When I started using the powerful words
REALIGN, RE-STORY, RENEW on my
newsletter banner, I had no idea what I was
in for. I thought that this message was for my participants!
But, we gravitate towards, and teach, the very things we, ourselves are hungry for.
So, I am moved to share with you the transformation
and some of the “ah ha’s” that have happened
for me, directly related to my
Image Quest Sojourn journal tending.
My groups and I work with personal images from our past,
present and future to understand how the images that activate our body
effect the way we engage the world.
My journal is my companion. It playsa vital role in giving
me insight and direction. But a year or more before my mother passed away, it prepared me for my
I am still in awe.
In April 2014, my 83 yr young Mom, nicknamed “Sing”, unexpectedly passed away.
A year or two before her death I had been experiencing deep insight into my relationship with my Mother, solely
through my Image Quest Journal work, without the need to communicate this to her directly.
Mom kept showing up in my pages. It was curious to me that she was the one I consistently was drawn to. The story goes that when I was born my mom and my 12 month old sister both had pink eye. Mom was not allowed to hold me or take me home. I spent the first two weeks of my life in the hospital with nurses to care for me. Between that and my sister, who was still a baby herself, we never did bond.
On one page my mother emerged as an early teen, on another as a new bride, on another, as a young child.
Other spreads reflected back stories that she had told us while growing up. Sayings like, “Remember girls, you have more royal blood than the queen of England.” What is a little girl supposed to do with that?
Then through random layering of images, my journal began to show me how I would feel when Mom died.
The rest of the story:
My journal was thick with layers of imagery. I had been working on it for over a year. One day I took clear acetate and a black sharpie and drew a simple, round container with a lid; one I’d been attracted to that I saw in a magazine. In the magazine it was a ‘ginger jar”.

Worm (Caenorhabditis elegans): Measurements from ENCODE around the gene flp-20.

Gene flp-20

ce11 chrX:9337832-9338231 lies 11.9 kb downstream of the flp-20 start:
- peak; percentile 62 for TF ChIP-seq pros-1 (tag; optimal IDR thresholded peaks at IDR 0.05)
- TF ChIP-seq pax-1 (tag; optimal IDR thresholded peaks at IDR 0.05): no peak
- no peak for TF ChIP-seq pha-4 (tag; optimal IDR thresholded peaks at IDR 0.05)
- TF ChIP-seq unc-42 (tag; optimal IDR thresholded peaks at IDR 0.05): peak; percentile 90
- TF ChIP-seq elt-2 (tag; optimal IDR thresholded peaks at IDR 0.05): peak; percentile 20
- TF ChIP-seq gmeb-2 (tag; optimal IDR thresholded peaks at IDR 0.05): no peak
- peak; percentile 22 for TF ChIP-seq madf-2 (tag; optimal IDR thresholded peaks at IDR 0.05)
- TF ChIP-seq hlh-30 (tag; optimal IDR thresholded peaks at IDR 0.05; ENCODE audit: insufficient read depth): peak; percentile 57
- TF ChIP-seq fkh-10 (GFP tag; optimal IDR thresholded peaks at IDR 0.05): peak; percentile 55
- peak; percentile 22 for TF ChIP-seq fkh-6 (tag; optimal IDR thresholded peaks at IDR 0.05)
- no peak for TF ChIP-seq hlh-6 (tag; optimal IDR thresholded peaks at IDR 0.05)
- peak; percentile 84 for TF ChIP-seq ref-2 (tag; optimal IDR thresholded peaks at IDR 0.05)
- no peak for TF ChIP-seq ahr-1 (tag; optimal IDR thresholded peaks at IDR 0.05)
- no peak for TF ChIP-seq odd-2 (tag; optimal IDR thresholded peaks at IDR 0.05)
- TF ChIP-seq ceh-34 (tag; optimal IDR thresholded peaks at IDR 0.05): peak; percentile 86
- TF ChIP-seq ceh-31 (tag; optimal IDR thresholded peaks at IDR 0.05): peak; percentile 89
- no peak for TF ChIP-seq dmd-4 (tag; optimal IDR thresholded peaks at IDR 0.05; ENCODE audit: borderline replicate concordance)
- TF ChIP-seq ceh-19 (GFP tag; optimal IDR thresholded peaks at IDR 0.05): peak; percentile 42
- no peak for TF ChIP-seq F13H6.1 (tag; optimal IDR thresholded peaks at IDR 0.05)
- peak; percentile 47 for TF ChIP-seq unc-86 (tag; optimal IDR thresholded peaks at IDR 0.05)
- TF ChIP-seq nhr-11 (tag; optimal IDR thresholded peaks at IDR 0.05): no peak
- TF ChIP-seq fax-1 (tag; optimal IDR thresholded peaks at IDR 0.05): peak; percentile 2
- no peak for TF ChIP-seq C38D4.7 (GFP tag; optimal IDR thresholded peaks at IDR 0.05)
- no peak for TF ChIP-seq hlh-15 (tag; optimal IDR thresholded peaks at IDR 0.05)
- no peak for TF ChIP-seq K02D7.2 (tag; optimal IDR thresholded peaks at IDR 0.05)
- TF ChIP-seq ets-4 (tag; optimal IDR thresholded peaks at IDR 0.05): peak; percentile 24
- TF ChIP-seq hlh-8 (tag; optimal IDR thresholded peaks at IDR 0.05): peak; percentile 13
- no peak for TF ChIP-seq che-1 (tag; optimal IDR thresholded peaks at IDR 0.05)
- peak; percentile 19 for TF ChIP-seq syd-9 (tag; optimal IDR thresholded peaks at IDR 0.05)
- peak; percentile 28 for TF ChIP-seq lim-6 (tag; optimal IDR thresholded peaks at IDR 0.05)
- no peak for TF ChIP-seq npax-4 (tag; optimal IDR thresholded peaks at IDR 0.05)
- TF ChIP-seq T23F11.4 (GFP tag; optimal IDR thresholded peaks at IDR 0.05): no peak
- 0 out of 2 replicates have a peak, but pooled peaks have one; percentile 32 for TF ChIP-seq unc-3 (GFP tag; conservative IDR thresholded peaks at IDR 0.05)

Then, as an experiment, I held it over every journal page to see how it felt, or related to, the existing images on the page; to see if it wanted to be there; to see if it “felt right”.
These pages had been created many months before Mom died.
When it came to Mom’s image at 14 the ‘ginger jar’ overlay
became an ‘urn’. Suddenly, in my body it felt as if she’d died at 14, leaving the future void of my life, my siblings, my
children and grand children. New appreciation for my mother welled
up in my bones, unfamiliar and raw.
When the ‘urn’ reached the page with Mom as a young bride, suddenly, I knew how I would feel when she did die. I had always
wondered, and now I knew. I realized that, it wasn’t too late for us to bond with one another. It was up to me and never again would I allow our relationship to be distant.
In the same spread, I worked with some writing about my grandmother, Nanny’s “Silver Service Set” that documents a
cousin going to London and buying it for her, right out of a London vault around 1910.
Sadly, after “Nanny’s” death, ongoing quarrels over ‘who got the Silver Service Set’ became a lasting wedge between Mom and her sister.
As I worked the page with layers of color, I remembered the pain and angry words between them. I knew that I would try my best to never let this happen between my three sisters and I when the day came that we lost our mother.
My Last Road Trip with Mom